24. Posted May 6, 2008 at 11:10 pm | Permalink

    I’m going to give you several magic terms. They’re accurate, they’re descriptive, they’re honest and they’re truthful.

    Work.
    Team Assignments.
    Teams.
    Project(s).

    Why are you calling it outsourcing in the first place? You’re hiring people to perform a job. You don’t need to give them a name. Haven’t for years. If the people involved on the project(s) you’re doing don’t understand that all that is happening is that certain portions of the work in the over all project are being performed by contracted or vendor assignments then you’ve already blown it.

    People fear outsourcing for one reason … if the work is being sent “outside” then it’s not being done “in-house” and that means that “in-house” is not benefiting the project. What part of the project is being done by in-house resources? Focus them on the work they need to be doing instead of making them wonder why they’re not doing the other work.

    The people (the Team) on the project needs to know what they’re supposed to be doing. And you need to specify this in advance and let everyone understand their role. If someone says, “Hey why are we doing in house?”, be honest. “Because it’s not beneficial to do it that way. We get more benefit out of having our in-house team members working on “.

    Don’t sugar coat it. But don’t be all gloom and doom either. Just tell them the truth why – and show them what their roles are. If they worry about long term roles in the company – then you need to show them the work you have for them and reduce those fears. If on the other hand … they have a reason to be worried then you need to let them know that as well.

    If people are going to be outsourced – if they’re jobs are going away you are not doing them a service by candy coating it or deflecting the question. There is a reason why Doctors tell patients the truth even if it’s brutally painful. It’s easier on the patient.

    Be honest – if you are often enough, people trust you regardless.

    Calling it outsourcing isn’t accurate. It’s just a vendor – a contractor. And the work being done is just work. You’re not “outsourcing” it. The work is no different if it’s done in India than if it’s done in the next state. If it’s not “in-house” it’s still just work. Pointing out that it’s being done somewhere else globally should not make a difference.

  25. Posted May 7, 2008 at 4:12 pm | Permalink

    Hi Phil and others,

    This is my personal opinion, the word Outsourcing changes its depiction by the relationship an outsource partner carries with the outsources. There are various new comers into this segment who consider this to be a traditional vendor-supplier relation. These outsources would handle an outsource partner similar to their caferteria vendors. And this is purely because of their limited exporsure to this segment. On the other hand their are professional and experienced Outsourcers who deal with professional outsource partners and they carry a very different level of 2 way relation.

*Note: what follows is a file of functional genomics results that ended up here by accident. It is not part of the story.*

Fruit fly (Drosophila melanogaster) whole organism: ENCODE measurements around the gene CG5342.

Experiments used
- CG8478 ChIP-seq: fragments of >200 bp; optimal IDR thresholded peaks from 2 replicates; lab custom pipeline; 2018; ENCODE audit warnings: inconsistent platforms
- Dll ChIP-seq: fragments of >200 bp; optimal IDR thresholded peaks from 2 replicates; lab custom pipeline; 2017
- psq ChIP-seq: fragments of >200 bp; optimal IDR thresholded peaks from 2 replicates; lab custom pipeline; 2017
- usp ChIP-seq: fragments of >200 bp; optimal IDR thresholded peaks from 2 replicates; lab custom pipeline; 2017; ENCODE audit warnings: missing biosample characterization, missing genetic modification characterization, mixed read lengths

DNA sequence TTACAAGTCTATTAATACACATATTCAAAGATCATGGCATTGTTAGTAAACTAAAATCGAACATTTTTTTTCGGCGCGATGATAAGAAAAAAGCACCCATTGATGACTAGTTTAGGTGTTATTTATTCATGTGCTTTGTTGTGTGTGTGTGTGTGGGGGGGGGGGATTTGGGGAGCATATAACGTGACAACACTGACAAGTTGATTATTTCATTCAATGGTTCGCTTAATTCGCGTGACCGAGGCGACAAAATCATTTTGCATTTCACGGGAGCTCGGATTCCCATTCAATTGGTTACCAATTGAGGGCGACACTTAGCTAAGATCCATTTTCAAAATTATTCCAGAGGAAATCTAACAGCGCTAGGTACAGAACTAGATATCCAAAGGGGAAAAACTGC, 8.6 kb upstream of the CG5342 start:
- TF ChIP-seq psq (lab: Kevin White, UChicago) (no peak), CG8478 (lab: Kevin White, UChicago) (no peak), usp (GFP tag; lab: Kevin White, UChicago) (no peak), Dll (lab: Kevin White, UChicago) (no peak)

In my opinion, the outsourcing industry/segment has reached a level where most outsource partners are more experienced and knowledgeable than the outsourcers. I know a few outsourcers who take pride in admitting it and use the outsource partner’s knowldege to their benefits.

    I am employed with an outsource partner and currently consulting my client (outsources) on their processes. My ideas and suggestions are always welcome and chges are implemented on my recommendations.

    This type of mutual relation is commonly called Shared Skills where both parties have common business objectives and each party respects and understands the business model of the other.

    Nothing wrong with the old word Outsourcing but more than the word we need to change the operating model and perceptions.

    Aman

  26. Posted May 7, 2008 at 4:55 pm | Permalink

    it is not the name that matters but how you handle outsourcing into your company. it is right that in outsourcing you need trust and honest service provider.

  27. Posted May 8, 2008 at 7:40 am | Permalink

    Phil – Don’t blame the terminology for an idea that doesn’t sit well with staff.
    Calling it managed services, rightsizing, resource optimization, or even creative human resourcing won’t do anything about the perception of the idea.

    As others have said, I think that it is important to be honest and upfront with people when making this decision. It is also important to set the same standards for resources obtained through outsourcing that you would use with regular employees and to teach them about the culture of your organization before they begin to interact with staff or work on any project. The culture of the organization itself should be a factor in hiring someone on an outsourcing basis as well.